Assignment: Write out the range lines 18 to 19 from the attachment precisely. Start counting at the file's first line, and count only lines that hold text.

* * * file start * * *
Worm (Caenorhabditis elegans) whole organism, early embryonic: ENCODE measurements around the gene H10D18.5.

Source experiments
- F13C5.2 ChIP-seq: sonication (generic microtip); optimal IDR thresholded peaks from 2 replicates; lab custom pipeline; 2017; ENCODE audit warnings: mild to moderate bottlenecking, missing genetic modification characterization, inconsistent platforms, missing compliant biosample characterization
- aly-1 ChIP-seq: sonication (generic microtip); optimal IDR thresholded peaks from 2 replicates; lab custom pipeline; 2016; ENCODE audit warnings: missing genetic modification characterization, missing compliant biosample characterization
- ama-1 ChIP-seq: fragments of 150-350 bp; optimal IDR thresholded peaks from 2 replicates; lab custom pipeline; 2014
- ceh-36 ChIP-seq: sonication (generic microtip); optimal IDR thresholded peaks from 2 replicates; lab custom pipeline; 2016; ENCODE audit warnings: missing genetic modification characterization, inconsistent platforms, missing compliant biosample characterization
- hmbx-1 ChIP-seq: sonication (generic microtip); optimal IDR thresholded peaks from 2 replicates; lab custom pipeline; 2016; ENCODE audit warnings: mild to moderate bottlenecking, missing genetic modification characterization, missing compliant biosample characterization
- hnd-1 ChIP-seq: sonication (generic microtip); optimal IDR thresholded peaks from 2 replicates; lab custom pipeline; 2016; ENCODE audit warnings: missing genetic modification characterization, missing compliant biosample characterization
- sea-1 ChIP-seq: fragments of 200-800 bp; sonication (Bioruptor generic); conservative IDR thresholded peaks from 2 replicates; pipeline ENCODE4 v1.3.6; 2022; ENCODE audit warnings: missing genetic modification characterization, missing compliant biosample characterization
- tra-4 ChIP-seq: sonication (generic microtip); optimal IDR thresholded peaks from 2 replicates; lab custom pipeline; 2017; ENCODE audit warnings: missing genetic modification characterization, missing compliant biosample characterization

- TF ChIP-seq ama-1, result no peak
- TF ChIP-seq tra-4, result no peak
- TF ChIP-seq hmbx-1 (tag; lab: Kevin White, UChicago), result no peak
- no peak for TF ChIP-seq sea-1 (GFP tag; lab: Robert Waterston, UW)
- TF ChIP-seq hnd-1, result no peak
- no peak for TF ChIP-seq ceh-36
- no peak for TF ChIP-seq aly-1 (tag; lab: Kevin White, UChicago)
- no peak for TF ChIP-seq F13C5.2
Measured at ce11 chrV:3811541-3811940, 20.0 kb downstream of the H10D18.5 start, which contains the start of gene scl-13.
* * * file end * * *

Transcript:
- no peak for TF ChIP-seq F13C5.2
Measured at ce11 chrV:3811541-3811940, 20.0 kb downstream of the H10D18.5 start, which contains the start of gene scl-13.